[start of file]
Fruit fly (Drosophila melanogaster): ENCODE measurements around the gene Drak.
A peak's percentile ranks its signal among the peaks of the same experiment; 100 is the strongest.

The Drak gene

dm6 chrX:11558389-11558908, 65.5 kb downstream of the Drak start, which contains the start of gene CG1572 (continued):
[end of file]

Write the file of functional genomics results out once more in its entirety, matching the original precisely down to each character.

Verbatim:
Fruit fly (Drosophila melanogaster): ENCODE measurements around the gene Drak.
A peak's percentile ranks its signal among the peaks of the same experiment; 100 is the strongest.

The Drak gene

dm6 chrX:11558389-11558908, 65.5 kb downstream of the Drak start, which contains the start of gene CG1572 (continued):